The color wheel makes it easy to choose complimentary colors. The inputs in this view provide more fine-grained control over the exact hue, saturation, and luminance than the traditional color picker. Display the color wheel by clicking the the second tab button on the bar above the Palette.

The color wheel helps you choose complimentary colors in the same way that the keys of a well-tuned piano play complimentary frequencies. Each wedge of the color wheel is a specific distance apart in the color spectrum: the large wedges are 120º apart, the wedges in inner and middle row are 30º apart, and the wedges in the outer row are 10º apart. Limiting yourself to the hue values suggested by the color wheel significantly reduces the likelihood of choosing conflicting colors, in the same way that the keys of a piano will not produce frequencies that sound out of tune.

You can also select a specific hue by moving your mouse over the center of the wheel, and then either rotating your mouse wheel (one “click” is one “degree”), or if you do not have a mouse wheel, by clicking and dragging the center like a Size Grip.

The large wedge at the top represents the primary hue; it is this value that determines the color of all other wedges. Select a new primary hue by right-clicking anywhere on the color wheel, including the well at the center.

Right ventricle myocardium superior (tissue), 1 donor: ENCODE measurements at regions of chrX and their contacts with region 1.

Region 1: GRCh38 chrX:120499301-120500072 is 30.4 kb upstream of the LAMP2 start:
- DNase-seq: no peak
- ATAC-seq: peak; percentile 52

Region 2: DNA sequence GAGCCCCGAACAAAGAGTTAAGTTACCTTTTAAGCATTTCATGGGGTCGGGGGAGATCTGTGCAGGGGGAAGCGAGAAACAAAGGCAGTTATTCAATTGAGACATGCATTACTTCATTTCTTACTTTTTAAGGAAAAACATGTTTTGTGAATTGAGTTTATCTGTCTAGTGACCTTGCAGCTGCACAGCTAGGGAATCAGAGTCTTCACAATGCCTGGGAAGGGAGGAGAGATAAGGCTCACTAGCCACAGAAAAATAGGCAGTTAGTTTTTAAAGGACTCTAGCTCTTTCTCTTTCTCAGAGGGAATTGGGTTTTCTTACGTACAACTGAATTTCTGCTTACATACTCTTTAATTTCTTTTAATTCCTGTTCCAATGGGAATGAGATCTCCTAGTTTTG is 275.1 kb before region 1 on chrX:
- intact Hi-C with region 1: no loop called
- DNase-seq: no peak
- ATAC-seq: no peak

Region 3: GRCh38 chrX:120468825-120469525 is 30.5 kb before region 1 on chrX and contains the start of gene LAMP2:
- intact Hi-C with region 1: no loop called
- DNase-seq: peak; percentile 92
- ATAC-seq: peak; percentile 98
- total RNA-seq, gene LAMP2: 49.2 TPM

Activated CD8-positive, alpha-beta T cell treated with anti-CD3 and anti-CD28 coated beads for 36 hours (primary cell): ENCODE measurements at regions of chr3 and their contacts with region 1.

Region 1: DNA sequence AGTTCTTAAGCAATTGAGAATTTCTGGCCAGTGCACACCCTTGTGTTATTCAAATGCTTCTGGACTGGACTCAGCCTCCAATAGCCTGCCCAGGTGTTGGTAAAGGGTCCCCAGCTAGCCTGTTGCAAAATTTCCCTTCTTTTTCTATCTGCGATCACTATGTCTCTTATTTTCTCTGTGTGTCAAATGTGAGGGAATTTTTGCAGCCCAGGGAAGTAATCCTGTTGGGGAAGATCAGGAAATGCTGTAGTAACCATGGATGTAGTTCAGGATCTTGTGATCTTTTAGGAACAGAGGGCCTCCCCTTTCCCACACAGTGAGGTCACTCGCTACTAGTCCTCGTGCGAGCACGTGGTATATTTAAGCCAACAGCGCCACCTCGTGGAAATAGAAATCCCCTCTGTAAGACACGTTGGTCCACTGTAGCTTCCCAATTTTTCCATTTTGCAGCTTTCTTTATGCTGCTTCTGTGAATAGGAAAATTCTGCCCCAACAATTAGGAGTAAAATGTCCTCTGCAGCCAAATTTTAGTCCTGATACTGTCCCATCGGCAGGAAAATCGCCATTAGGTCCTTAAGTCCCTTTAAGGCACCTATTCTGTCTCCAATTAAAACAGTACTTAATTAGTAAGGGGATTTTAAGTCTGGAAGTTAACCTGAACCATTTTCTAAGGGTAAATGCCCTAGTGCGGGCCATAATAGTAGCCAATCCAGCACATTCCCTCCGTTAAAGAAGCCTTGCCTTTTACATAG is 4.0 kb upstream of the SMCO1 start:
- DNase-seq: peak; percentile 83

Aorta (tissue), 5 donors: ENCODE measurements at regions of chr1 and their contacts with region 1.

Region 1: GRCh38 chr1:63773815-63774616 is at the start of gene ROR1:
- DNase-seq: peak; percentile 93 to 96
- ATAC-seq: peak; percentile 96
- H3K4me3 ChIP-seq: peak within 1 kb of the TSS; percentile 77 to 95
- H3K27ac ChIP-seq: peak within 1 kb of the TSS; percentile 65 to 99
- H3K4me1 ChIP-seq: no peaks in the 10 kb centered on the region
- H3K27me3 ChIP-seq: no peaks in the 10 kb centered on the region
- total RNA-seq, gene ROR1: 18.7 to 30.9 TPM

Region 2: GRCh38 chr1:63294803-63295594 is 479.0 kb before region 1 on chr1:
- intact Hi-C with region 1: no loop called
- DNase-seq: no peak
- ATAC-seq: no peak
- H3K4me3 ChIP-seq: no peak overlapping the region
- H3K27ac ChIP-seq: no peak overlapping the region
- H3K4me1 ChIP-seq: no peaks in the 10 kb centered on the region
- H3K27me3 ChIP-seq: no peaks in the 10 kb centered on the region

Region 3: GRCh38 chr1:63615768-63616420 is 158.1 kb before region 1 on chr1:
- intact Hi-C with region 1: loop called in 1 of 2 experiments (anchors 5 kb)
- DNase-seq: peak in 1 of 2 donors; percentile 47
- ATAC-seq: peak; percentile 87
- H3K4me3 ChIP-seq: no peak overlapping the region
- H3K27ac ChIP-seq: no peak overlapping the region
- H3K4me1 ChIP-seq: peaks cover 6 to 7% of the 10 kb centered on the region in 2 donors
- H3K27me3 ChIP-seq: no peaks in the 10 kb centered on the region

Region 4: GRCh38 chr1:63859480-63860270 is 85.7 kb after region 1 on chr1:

To demonstrate the importance of the hue value, here is an example of a menu where each item has the same hue value of 35º (left), and another where each item has a slightly different hue (right):

Choosing colors with an “RGB” based color picker often leads to the mess on the right. Use the color wheel to ensure that the hue of each color is equal and avoid this problem in your own designs.

Here is another example of a menu where the hue of each menu item is exactly 60º apart. The border on the left of each item is a lighter version of the background color (same hue).

The color of each item on the right was picked without taking the hue into account.

Eye Dropper

The Eye Dropper allows you to pick a color from anywhere on your screen and insert the color into the Code Grid. To open the Eye Dropper, click the Eye Dropper button on the right side of the Palette, or press Ctrl+E (⌘E on Mac). Then use the mouse to locate the color on the screen you would like to insert.

For fine-tuned selection, you can nudge the mouse one pixel up, down, left or right by pressing the arrow keys while the Eye Dropper is open.

The color under the mouse is copied from the screen and into the style sheet in real-time, providing an immediate preview. To close the Eye Dropper and keep the color, press Shift. To cancel, press Escape, and the declaration will revert to its original value.

Tape Measure